Disclosing Disciplinary Records Under FOIA

The Information Tribunal has recently handed down a decision in which it upheld the Commissioner’s conclusion that information as to judges’ serious misconduct was exempt from disclosure under the personal data exemption provided for under s. 40(2)(c) FOIA – Guardian Newspapers v IC (EA/2008/0084). The decision is interesting not least because it highlights the Tribunal’s continuing reluctance to treat personal data concerning disciplinary matters as being disclosable under FOIA (see further on this point the earlier cases of Waugh v IC & Doncaster College (EA/2007/0060) and Roger Salmon v IC & King’s College (EA/2007/0135)). Notably, the Tribunal also held that the information in question was exempt under s. 31(1)(c) FOIA (administration of justice exemption).

The central issue in the appeal was whether disclosure of the information would contravene the first data protection principle (DPP1) contained in Schedule 1 to the Data Protection Act 1998 (DPA) and, hence, render the information absolutely exempt from disclosure under s. 40(2)(c) FOIA. The Tribunal held that DPP1 would be contravened. In reaching this conclusion, the Tribunal took into account in particular the facts that:

·         the DPA contained an exclusion which prevented judicial office holders themselves gaining access to data which revealed assessments of their ‘suitability to hold judicial office’ and it would be an odd result if third parties could access such data under FOIA but the data subjects themselves could not (para. 91);


·         some of the information would amount to sensitive personal data which would require that one of the stringent conditions contained in Schedule 3 be met in order for the disclosure to be in accordance with DPP1 (para. 92);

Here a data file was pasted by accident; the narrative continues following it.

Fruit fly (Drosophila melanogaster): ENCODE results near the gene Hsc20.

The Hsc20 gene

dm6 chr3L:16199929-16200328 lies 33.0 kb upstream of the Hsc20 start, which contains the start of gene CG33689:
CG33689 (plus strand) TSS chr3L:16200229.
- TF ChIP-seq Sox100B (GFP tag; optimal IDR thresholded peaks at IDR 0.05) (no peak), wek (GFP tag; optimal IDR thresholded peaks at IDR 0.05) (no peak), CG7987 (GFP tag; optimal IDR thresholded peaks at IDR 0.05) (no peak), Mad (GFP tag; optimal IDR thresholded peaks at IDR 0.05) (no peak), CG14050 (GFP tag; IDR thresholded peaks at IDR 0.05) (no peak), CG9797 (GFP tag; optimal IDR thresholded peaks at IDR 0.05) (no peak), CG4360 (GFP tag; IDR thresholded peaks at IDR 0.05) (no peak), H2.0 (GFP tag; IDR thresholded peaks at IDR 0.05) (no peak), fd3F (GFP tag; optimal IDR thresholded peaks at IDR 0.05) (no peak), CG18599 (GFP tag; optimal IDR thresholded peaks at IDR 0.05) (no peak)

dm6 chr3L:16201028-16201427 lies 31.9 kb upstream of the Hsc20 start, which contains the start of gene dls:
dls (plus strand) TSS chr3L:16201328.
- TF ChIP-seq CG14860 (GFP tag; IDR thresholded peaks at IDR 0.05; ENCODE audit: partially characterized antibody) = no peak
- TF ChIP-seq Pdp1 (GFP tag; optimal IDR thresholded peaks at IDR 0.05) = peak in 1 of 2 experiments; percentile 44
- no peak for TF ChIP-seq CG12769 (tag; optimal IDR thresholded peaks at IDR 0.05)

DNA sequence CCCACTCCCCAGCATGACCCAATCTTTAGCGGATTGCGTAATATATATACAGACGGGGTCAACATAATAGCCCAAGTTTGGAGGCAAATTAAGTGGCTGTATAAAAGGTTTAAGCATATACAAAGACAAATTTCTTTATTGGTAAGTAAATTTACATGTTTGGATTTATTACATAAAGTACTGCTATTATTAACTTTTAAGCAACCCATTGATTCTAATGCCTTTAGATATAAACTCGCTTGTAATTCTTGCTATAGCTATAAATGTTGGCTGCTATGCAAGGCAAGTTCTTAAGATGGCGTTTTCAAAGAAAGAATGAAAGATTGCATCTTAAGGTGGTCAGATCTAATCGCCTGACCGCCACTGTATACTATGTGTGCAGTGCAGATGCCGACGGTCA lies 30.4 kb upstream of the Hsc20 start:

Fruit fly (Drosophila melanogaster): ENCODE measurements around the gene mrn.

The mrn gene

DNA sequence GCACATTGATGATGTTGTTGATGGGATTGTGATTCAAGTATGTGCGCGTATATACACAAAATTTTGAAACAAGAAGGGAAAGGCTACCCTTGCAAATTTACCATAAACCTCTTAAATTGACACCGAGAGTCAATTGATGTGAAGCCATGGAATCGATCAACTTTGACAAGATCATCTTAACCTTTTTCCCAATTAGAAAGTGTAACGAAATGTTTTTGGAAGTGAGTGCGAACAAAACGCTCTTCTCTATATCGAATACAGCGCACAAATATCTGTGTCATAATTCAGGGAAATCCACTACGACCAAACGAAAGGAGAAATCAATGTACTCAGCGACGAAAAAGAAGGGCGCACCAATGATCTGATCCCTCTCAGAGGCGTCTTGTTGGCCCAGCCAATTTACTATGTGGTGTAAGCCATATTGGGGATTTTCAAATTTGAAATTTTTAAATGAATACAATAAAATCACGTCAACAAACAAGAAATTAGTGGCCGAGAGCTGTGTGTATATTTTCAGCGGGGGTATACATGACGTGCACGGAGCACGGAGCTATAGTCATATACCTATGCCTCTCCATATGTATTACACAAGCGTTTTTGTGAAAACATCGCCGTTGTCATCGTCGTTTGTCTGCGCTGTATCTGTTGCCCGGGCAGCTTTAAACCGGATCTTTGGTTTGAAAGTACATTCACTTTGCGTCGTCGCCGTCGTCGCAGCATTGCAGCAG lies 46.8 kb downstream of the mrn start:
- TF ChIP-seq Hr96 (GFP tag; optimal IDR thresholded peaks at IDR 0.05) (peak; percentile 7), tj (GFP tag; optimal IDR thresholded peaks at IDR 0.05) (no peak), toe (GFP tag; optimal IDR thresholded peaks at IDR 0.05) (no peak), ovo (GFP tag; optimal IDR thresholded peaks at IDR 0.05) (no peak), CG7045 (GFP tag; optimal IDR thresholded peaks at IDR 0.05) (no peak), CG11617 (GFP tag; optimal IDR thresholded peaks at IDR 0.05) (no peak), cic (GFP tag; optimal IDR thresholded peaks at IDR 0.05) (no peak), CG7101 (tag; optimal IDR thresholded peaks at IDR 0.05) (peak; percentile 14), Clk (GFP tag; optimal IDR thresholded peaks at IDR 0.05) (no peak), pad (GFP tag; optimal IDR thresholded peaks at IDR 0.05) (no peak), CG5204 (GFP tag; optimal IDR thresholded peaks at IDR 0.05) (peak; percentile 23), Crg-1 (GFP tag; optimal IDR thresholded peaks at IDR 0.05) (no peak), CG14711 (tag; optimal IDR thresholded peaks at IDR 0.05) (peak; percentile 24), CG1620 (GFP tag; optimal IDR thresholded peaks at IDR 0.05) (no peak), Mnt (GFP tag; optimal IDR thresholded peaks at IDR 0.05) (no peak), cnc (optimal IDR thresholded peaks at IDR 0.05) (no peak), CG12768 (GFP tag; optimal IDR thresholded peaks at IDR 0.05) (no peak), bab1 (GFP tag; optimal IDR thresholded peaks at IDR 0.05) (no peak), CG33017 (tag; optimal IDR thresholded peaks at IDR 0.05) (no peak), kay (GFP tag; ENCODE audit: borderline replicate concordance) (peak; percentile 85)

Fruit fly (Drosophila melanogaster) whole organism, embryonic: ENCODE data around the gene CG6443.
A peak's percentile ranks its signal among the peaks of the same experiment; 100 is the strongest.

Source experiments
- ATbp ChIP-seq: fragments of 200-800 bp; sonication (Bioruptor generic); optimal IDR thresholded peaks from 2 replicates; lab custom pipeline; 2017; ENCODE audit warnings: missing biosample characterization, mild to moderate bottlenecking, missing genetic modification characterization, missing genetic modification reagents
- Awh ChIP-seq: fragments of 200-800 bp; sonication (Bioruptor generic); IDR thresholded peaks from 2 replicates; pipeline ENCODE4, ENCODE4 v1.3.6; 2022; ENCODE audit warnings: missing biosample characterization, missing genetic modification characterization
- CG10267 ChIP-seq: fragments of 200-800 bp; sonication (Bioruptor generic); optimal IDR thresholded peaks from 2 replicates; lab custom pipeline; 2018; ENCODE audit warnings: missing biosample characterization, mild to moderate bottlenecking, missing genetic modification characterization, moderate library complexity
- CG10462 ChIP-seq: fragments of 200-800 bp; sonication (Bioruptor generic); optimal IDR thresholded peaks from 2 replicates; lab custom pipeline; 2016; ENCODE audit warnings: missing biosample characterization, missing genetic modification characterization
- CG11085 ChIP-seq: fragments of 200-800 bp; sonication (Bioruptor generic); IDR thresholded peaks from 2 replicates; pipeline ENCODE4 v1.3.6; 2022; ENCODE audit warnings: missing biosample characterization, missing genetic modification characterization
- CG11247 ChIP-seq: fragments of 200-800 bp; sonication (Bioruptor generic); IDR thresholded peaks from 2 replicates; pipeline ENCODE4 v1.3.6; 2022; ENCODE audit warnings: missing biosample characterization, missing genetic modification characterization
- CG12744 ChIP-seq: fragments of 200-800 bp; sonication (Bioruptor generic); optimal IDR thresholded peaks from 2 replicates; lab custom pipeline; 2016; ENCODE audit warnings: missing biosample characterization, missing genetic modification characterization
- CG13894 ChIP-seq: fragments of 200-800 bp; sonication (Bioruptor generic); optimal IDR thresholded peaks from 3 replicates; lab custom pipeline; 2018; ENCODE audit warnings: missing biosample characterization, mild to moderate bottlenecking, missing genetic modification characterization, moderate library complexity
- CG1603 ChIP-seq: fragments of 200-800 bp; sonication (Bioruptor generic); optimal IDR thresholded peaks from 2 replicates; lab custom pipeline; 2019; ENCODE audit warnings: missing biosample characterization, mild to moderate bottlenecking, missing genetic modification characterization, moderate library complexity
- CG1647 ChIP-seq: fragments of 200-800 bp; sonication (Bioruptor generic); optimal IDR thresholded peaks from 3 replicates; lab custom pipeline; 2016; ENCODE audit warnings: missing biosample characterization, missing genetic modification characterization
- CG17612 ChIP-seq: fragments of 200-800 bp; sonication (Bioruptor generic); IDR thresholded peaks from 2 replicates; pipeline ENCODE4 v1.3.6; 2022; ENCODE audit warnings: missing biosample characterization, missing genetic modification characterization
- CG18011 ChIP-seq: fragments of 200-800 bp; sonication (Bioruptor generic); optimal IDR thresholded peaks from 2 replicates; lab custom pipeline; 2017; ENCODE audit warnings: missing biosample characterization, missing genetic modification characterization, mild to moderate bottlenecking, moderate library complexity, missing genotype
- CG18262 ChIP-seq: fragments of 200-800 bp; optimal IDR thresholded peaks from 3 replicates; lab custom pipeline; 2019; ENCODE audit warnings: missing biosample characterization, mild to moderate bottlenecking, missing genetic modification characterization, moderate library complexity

·         some information was already in the public domain as to the fact and scope of reprimands  or serious actions (para. 93);


·         the judges themselves would have a reasonable expectation that their disciplinary record would be kept confidential (para. 96);


·         there would a risk that judges would suffer great distress if the information were to be disclosed and, further, that their future authority and their future employment prospects would be jeopardised (para. 97).


In addition the Tribunal held that s. 31(1)(c) FOIA was engaged in respect of the information and that the public interest weighed in favour of maintaining that exemption. In reaching this conclusion, the Tribunal took into account in particular the fact that, in its view, disclosure of the information would undermine a judge’s authority while carrying out his or her judicial function and would otherwise disrupt the judicial process by encouraging legal representatives to seek adjournments by reason of alleged concerns about the judge’s good standing (para. 106). 11KBW’s Karen Steyn appeared on behalf of the Ministry of Justice.